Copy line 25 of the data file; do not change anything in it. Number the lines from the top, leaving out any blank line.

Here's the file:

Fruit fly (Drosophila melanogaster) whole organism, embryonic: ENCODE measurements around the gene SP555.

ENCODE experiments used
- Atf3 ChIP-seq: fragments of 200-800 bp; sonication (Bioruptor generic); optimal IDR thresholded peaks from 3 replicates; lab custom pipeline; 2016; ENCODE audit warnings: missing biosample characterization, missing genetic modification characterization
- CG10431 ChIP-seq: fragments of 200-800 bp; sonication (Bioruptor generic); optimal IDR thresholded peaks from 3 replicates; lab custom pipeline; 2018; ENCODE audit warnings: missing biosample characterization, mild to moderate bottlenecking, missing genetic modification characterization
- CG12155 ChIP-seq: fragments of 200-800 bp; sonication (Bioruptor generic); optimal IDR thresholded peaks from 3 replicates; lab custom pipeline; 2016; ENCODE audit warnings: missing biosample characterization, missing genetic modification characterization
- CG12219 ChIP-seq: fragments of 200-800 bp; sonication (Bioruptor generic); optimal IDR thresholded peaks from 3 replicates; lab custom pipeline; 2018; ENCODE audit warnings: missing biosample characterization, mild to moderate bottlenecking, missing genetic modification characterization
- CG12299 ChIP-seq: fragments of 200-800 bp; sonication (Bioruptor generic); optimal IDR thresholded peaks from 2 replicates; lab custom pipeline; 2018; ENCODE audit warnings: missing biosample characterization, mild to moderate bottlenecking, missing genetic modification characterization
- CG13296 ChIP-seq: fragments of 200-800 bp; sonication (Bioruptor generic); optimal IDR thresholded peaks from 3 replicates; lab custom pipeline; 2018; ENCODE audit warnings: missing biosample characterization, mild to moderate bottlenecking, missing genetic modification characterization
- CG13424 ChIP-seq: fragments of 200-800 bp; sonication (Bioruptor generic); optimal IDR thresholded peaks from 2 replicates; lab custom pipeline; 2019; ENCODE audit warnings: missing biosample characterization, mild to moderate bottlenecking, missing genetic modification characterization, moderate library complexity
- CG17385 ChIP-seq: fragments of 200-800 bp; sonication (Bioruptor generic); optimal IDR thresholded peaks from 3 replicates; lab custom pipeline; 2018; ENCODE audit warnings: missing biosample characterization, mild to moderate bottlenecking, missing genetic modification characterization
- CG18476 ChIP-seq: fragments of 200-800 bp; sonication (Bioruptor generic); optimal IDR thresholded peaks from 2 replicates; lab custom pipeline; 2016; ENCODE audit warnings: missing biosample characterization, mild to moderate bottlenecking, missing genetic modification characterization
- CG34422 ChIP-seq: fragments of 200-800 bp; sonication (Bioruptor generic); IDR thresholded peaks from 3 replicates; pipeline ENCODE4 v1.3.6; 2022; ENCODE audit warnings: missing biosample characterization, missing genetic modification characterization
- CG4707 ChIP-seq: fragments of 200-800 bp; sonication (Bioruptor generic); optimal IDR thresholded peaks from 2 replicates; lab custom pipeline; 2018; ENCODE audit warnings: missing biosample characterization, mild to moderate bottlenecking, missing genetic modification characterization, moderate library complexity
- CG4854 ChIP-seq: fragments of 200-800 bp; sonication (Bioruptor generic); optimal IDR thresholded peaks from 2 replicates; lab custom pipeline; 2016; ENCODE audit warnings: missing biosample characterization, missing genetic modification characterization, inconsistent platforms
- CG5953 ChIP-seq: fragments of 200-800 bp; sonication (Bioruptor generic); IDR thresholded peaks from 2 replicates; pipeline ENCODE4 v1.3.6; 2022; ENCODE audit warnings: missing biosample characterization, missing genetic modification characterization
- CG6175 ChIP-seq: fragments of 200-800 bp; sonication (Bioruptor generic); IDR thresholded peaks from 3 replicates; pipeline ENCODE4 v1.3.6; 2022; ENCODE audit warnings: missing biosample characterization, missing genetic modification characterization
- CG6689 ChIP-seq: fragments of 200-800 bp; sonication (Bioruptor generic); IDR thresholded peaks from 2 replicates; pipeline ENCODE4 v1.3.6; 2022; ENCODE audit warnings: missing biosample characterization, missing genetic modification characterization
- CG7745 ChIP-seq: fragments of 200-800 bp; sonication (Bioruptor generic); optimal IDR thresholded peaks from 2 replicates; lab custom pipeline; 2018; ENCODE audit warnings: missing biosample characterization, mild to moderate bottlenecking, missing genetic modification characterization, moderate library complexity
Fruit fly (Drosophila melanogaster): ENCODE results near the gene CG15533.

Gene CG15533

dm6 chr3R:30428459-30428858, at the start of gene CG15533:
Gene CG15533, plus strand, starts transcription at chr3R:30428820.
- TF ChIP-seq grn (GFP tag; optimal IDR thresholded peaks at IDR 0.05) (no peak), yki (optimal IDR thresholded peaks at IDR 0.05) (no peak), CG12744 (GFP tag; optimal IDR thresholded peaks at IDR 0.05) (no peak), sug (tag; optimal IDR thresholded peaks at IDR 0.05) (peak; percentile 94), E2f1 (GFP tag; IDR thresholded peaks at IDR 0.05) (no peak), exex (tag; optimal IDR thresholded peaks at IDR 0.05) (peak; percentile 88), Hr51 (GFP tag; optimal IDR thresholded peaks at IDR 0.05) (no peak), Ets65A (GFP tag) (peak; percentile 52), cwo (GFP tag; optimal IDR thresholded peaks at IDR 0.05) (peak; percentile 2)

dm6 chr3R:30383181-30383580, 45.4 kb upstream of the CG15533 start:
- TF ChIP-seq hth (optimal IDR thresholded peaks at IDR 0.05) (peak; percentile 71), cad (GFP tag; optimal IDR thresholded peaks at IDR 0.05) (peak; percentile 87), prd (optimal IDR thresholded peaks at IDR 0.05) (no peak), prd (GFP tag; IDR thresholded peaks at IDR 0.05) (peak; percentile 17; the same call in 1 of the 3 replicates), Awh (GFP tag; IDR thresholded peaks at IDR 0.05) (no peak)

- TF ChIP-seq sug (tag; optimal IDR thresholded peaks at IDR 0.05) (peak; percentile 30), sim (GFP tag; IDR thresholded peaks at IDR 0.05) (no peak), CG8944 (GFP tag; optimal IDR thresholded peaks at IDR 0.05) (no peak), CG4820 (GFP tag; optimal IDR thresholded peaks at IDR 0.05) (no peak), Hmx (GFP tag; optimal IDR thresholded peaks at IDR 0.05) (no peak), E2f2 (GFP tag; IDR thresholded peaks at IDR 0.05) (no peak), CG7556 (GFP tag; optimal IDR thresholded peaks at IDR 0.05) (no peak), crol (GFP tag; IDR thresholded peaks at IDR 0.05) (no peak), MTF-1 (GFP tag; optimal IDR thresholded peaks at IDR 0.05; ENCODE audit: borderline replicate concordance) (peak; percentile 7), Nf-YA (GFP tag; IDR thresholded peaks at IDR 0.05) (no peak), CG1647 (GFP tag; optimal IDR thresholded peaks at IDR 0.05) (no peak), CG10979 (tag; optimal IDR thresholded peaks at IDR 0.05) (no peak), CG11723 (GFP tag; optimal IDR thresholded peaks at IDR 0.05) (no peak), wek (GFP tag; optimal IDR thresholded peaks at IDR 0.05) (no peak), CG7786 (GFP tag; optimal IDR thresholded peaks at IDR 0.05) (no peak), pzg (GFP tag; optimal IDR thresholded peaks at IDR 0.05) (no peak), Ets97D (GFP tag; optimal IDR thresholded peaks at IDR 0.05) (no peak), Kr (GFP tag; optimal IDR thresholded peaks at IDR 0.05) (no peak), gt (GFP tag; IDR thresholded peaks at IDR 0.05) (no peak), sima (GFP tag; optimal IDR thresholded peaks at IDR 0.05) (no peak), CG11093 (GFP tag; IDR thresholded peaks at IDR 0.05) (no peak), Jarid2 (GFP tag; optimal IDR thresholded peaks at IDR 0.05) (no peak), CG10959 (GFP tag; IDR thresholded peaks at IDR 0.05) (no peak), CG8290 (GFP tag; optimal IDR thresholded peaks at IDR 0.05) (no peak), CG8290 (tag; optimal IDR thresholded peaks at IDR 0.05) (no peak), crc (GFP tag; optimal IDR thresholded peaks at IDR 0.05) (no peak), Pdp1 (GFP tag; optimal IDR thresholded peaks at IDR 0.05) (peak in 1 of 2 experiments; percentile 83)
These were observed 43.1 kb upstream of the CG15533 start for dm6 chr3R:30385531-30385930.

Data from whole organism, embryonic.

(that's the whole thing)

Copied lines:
- TF ChIP-seq hth (optimal IDR thresholded peaks at IDR 0.05) (peak; percentile 71), cad (GFP tag; optimal IDR thresholded peaks at IDR 0.05) (peak; percentile 87), prd (optimal IDR thresholded peaks at IDR 0.05) (no peak), prd (GFP tag; IDR thresholded peaks at IDR 0.05) (peak; percentile 17; the same call in 1 of the 3 replicates), Awh (GFP tag; IDR thresholded peaks at IDR 0.05) (no peak)